greg byshenk said...

Paul451, I think you are misreading. David can clarify for himself, of course, but I would suggest that your interpretation is incorrect.

That is, David is not mocking the crypto brigade for developing or using encryption (indeed, I am sure that he uses encryption himself, just as we all do occasionally); rather, he is mocking crypto-obfuscation presented as a solution to the problem of generalized surveillance. The problem is that it isn't any real solution, and presenting it as one distracts from finding real solutions. Yes it is probably true that crypto-obfuscationists don't generally argue against transparancy -- but in my (albeit limited) experience that is because they almost entrirely ignore transparency.

greg byshenk said...

David, an interesting report about an app for direct device-to-device communication developted by Delft University. It's in Dutch, but Google translate does an acceptable translation.

Paul SB said...

Other Paul,

Yeah, Dr. Brin does lay the hyperbole on pretty thick sometimes. However, if something is necessary but insufficient, leaving it at that and making no effort to acquire those other necessary is foolish at best, criminal in some cases. The American public school system is a case in point, and one that is probably best conceived in terms of criminal neglect. I have been to dozens of professional development meetings and conferences over the years, the staff at my school and my department meet quite regularly (twice a week with the department) all in an effort to improve instruction. This is fantastic and really necessary, but staggeringly insufficient. It's also totally typical of the mentality of management - if there is a problem it must be the ineptitude of the employees. Gains are being made, but we will never really bring our school system up to par without dealing with other issues. A primary concern here is class size reduction, but that requires hiring more teachers, which costs money no one wants to spend. So they spend tons of money on conferences to improve teacher performance that lead to only marginal gains. More substantial gains require improving the environment in which children are expected to learn, and the greatest impediment to that is the immaturity of the students themselves. Of course, hiring more teachers to combat this problem means more employees (which in management terms is a four-letter word doubled) and employees who have a history of unionizing.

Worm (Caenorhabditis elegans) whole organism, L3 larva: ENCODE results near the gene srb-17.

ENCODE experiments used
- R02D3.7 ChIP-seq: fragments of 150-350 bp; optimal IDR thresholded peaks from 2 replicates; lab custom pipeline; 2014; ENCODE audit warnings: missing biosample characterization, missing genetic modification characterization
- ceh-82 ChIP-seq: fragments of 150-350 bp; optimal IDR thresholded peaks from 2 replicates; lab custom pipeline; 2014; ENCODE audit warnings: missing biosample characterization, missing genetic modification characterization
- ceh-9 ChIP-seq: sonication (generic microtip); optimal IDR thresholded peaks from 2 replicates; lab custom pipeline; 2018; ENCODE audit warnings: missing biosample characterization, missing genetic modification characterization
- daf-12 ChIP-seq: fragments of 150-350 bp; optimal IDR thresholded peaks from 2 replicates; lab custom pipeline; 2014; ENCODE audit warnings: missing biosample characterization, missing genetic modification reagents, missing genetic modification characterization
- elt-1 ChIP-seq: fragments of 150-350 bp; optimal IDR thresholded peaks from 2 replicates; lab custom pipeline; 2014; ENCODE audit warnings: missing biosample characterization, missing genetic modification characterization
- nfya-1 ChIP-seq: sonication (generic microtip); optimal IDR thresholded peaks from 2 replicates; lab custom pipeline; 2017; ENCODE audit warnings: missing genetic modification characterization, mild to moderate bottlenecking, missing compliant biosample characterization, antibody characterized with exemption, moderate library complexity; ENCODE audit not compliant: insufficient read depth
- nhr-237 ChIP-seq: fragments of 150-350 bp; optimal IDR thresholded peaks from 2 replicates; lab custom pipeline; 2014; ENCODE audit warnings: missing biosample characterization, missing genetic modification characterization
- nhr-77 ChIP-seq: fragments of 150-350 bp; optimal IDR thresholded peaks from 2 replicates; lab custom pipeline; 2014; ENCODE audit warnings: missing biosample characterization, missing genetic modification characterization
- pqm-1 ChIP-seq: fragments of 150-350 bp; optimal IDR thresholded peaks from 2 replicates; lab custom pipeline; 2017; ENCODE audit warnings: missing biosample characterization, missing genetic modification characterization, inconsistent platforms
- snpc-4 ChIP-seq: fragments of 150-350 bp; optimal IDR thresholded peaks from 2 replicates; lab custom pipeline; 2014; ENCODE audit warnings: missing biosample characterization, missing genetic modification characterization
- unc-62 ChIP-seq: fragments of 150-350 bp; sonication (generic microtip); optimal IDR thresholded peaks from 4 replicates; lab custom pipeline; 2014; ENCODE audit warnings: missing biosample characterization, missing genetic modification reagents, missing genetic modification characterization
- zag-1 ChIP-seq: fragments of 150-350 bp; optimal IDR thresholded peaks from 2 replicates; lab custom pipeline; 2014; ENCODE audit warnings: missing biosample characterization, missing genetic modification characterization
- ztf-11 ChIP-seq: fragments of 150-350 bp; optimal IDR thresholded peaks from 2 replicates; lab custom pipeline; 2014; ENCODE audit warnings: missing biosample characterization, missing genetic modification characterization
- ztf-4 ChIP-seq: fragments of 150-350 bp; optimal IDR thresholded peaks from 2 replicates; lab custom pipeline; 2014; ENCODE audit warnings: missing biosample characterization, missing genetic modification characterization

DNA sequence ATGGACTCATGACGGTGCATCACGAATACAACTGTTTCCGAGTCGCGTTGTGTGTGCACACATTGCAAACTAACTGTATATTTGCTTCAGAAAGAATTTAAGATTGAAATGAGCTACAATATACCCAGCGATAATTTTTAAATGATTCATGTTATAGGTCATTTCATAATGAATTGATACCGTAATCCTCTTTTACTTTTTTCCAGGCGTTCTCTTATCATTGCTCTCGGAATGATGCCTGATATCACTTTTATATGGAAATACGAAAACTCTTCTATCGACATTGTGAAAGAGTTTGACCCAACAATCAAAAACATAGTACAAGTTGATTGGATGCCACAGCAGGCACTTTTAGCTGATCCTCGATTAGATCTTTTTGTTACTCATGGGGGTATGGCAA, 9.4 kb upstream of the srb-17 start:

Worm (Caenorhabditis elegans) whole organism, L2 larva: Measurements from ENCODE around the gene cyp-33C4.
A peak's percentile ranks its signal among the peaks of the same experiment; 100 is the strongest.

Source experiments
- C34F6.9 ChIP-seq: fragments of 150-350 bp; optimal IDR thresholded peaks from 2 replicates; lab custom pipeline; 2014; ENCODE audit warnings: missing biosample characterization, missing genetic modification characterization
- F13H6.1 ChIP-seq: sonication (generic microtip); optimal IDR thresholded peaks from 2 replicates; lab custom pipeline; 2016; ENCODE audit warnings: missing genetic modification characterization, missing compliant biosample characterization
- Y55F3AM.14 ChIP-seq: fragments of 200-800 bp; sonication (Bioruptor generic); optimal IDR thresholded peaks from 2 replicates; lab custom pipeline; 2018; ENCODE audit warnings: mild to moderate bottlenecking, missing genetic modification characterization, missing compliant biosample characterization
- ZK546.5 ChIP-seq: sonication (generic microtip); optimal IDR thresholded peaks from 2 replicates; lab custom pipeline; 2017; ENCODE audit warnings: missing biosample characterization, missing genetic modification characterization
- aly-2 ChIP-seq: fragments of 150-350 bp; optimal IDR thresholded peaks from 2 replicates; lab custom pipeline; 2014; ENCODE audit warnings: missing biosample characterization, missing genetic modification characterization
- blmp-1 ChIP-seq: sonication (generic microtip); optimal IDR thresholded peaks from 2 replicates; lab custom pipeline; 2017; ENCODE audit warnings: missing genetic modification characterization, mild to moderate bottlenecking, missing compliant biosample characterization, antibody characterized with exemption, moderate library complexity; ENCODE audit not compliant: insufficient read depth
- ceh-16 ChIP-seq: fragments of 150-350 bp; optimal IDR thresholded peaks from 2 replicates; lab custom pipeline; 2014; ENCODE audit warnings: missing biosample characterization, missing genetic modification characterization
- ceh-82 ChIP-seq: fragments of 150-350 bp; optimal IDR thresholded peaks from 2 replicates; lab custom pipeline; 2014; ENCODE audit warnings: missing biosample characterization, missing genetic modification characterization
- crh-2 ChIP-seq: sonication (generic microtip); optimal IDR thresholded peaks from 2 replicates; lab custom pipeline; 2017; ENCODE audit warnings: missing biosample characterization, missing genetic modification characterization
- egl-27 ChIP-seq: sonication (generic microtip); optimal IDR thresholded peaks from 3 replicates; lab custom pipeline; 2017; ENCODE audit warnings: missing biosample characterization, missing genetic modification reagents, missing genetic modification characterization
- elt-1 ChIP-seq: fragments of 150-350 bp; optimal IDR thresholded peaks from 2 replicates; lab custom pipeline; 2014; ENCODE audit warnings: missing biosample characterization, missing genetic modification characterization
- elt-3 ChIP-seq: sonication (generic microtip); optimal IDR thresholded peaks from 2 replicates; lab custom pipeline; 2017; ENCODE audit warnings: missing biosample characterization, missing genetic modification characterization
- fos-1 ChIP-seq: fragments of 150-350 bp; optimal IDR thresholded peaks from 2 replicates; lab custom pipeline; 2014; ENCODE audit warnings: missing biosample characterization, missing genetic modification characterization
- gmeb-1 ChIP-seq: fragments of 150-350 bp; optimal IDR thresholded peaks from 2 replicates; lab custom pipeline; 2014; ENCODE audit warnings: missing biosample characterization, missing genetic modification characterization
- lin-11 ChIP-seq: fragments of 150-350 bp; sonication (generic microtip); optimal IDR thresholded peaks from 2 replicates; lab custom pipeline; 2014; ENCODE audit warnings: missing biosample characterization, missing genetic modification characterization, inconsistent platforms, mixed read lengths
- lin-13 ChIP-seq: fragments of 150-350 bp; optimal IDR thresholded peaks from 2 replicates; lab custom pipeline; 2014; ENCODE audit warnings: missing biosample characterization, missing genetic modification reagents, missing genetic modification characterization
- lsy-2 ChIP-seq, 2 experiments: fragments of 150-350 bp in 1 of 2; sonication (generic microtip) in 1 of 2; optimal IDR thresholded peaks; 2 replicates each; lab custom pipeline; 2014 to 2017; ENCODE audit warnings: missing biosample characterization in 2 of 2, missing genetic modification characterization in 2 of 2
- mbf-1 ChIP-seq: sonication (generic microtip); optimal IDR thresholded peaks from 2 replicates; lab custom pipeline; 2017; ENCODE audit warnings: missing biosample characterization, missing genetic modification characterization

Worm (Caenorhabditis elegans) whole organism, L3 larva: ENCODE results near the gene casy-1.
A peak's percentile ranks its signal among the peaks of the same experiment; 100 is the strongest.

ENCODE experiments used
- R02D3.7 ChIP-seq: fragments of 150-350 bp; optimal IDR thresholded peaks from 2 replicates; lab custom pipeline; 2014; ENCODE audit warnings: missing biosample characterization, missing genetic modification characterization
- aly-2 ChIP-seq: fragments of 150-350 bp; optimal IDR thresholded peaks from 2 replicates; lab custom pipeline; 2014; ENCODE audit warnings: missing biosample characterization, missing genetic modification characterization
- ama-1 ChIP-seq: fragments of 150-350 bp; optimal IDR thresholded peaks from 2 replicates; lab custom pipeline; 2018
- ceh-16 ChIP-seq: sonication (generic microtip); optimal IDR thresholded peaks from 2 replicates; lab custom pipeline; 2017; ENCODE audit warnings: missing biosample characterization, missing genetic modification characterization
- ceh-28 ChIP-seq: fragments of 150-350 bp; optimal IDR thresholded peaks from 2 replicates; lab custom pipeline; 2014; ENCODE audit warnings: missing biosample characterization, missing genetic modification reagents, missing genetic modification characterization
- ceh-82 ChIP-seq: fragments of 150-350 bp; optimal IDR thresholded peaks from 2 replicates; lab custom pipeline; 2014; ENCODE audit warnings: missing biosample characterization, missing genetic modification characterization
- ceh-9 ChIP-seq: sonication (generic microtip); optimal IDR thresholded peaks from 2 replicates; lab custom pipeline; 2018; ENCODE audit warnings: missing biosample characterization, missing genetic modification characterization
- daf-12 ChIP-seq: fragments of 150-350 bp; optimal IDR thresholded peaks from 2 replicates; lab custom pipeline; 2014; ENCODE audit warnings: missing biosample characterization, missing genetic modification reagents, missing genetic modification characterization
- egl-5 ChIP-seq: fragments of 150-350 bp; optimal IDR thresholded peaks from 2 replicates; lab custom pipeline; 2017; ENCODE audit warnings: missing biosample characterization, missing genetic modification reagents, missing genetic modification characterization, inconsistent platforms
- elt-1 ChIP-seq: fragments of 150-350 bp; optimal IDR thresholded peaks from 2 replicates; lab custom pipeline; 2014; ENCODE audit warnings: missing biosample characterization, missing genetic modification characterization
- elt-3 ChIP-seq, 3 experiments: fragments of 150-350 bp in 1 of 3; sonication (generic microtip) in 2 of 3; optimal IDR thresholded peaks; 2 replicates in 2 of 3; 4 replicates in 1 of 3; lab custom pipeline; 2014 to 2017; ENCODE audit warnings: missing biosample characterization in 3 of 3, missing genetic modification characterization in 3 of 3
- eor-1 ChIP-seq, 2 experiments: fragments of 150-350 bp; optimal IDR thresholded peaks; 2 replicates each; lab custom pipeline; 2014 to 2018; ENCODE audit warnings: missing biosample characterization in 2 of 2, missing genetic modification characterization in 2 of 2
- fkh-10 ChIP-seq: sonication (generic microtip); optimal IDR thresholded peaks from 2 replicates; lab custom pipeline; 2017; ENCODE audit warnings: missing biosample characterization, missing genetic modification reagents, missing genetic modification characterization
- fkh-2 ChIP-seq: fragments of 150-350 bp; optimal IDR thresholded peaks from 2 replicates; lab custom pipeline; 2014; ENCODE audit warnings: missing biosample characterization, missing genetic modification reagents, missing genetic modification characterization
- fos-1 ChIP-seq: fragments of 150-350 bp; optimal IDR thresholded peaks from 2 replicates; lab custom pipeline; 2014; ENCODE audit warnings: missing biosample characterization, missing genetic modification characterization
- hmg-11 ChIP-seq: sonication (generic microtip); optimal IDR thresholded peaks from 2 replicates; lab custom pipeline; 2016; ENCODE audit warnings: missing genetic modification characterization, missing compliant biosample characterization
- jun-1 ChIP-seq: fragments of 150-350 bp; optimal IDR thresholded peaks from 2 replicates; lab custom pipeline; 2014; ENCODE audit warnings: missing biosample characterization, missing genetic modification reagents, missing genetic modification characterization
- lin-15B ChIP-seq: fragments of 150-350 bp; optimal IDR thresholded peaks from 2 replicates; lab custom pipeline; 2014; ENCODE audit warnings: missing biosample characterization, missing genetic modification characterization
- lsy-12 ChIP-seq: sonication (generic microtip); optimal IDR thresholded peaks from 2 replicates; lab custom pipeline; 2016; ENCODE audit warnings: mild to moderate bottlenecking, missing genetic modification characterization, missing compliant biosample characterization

Whether the proponents of obfuscation are naive, ignorant (and I see ignorance as a condition to be cured, not as some mindless calumny to hurl at opponents) or if they are criminal, as I see our entire educational administration racket, I couldn't say. This is one of Dr. Brin's pet issues and he knows much more about it than I do. The point stands, though, that if we stop at necessary but insufficient, we aren't going to get the outcomes we are looking for (whether we are polite about it or not).